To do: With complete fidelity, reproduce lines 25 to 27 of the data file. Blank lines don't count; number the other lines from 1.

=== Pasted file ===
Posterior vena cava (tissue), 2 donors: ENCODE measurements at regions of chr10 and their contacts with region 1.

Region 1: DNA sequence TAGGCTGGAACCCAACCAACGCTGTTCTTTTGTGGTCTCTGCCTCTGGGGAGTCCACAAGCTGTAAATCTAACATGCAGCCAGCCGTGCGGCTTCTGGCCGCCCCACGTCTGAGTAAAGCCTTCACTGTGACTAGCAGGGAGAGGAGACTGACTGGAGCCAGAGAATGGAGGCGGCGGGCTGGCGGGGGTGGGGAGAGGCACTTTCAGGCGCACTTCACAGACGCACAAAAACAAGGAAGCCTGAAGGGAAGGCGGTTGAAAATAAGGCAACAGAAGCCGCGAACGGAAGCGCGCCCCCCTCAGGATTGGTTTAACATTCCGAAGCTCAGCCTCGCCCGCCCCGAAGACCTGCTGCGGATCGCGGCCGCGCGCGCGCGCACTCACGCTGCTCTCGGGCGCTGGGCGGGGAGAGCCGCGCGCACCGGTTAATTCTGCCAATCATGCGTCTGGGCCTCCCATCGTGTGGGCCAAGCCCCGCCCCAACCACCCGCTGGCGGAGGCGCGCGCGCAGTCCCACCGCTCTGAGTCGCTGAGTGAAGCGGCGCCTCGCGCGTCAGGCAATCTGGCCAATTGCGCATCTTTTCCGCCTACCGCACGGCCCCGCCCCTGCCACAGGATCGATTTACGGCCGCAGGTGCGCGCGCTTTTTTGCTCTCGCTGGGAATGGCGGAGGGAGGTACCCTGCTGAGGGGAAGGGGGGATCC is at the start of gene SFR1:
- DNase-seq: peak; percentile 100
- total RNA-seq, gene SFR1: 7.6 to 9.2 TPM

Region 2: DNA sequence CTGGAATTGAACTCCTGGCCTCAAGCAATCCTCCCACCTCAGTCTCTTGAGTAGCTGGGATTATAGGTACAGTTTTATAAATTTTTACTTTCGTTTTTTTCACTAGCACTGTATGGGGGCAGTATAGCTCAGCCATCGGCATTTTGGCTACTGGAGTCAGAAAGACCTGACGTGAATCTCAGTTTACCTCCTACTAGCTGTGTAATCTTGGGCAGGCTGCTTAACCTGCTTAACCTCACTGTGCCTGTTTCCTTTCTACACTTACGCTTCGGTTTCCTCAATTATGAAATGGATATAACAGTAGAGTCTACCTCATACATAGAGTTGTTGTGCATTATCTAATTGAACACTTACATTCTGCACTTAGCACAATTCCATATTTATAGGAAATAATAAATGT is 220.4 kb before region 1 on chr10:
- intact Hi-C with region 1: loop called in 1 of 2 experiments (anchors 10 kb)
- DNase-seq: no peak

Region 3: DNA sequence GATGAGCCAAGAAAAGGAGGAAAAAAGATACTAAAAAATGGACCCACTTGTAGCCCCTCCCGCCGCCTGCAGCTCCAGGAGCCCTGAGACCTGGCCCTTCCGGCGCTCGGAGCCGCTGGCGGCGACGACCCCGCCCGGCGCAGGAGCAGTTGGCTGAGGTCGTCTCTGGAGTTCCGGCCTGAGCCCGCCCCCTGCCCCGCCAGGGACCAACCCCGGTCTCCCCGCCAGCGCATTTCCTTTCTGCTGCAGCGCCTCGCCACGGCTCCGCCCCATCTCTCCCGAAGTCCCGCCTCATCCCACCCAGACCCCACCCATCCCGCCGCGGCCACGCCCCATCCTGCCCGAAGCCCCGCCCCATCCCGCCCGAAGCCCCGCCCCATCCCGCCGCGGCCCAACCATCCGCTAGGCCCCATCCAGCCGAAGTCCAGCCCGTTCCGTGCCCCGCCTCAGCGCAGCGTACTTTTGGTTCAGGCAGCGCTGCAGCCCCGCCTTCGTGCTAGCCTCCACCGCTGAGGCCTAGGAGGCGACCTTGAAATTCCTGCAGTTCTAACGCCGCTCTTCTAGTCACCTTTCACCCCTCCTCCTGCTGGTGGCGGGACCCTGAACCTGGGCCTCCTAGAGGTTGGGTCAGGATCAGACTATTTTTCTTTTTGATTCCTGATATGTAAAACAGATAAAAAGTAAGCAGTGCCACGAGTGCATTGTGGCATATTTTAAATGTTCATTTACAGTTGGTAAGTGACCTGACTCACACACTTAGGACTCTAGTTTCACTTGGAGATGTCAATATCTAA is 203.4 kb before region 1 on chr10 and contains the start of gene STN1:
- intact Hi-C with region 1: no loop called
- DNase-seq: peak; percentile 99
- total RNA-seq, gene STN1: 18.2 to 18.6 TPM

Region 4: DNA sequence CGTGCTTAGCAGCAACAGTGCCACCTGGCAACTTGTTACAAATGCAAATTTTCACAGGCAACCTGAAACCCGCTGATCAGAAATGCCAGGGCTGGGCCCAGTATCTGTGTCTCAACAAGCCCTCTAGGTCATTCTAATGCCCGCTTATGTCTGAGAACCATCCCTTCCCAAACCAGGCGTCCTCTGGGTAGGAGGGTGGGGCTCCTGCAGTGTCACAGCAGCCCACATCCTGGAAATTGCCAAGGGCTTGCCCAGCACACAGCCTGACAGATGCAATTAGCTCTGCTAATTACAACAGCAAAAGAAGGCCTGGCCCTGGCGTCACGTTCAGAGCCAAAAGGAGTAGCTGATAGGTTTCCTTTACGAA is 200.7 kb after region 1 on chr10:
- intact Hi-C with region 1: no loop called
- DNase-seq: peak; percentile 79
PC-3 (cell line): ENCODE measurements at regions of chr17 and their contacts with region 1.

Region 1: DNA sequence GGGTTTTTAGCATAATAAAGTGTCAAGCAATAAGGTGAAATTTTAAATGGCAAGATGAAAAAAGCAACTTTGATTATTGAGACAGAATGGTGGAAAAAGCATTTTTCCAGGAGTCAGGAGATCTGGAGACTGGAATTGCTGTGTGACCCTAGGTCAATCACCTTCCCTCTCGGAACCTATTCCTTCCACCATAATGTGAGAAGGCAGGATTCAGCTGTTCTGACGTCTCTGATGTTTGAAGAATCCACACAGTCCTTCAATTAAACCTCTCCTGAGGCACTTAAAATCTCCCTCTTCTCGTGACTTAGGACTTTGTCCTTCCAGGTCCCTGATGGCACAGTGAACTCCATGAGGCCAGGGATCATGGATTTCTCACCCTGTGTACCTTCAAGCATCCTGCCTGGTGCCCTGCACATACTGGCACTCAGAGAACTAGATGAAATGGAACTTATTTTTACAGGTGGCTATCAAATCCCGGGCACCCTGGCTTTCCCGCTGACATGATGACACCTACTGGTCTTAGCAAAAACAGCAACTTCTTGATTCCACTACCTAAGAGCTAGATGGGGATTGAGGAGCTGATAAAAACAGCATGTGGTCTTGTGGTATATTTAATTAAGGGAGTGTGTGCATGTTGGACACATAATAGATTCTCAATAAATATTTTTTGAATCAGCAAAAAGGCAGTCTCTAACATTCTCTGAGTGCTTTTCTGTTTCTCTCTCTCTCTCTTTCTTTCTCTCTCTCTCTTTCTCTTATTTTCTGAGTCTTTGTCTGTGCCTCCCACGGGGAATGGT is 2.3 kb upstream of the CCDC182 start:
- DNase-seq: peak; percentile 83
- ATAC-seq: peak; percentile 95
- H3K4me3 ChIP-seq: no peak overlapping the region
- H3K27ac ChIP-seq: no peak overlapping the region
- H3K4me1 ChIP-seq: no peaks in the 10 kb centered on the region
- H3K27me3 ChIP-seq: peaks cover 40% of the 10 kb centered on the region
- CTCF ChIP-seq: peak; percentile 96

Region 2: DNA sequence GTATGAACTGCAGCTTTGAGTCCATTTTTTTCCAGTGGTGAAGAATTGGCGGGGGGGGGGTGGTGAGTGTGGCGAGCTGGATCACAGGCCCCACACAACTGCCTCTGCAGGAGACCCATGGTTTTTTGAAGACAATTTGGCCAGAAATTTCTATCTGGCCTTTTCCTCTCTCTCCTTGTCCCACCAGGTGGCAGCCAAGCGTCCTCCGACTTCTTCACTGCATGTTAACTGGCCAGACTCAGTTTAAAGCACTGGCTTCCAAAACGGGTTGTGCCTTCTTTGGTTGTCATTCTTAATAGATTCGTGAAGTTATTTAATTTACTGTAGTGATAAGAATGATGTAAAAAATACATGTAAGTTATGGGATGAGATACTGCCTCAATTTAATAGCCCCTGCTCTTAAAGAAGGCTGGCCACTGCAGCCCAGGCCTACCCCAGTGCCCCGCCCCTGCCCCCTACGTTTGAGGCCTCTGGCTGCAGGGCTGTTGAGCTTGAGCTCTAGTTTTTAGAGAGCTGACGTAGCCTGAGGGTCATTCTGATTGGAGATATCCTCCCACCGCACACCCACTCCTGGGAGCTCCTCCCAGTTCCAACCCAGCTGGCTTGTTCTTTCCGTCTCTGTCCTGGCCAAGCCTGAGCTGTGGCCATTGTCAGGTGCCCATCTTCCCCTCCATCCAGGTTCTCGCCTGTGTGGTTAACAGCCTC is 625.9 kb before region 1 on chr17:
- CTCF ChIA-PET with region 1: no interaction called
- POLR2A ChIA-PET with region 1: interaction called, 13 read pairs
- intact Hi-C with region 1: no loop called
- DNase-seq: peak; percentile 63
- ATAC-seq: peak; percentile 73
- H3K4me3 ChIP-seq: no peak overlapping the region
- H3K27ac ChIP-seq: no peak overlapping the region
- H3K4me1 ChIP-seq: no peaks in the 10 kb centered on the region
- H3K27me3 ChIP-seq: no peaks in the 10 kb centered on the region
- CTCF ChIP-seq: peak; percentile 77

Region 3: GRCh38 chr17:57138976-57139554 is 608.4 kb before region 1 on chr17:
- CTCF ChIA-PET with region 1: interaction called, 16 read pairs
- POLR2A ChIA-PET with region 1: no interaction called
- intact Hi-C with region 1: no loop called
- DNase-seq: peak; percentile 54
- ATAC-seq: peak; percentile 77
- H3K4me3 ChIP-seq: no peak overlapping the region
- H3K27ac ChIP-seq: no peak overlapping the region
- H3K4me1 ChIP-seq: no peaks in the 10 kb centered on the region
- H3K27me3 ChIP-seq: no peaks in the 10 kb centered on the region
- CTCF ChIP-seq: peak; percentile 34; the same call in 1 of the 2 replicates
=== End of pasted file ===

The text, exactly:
- CTCF ChIA-PET with region 1: no interaction called
- POLR2A ChIA-PET with region 1: interaction called, 13 read pairs
- intact Hi-C with region 1: no loop called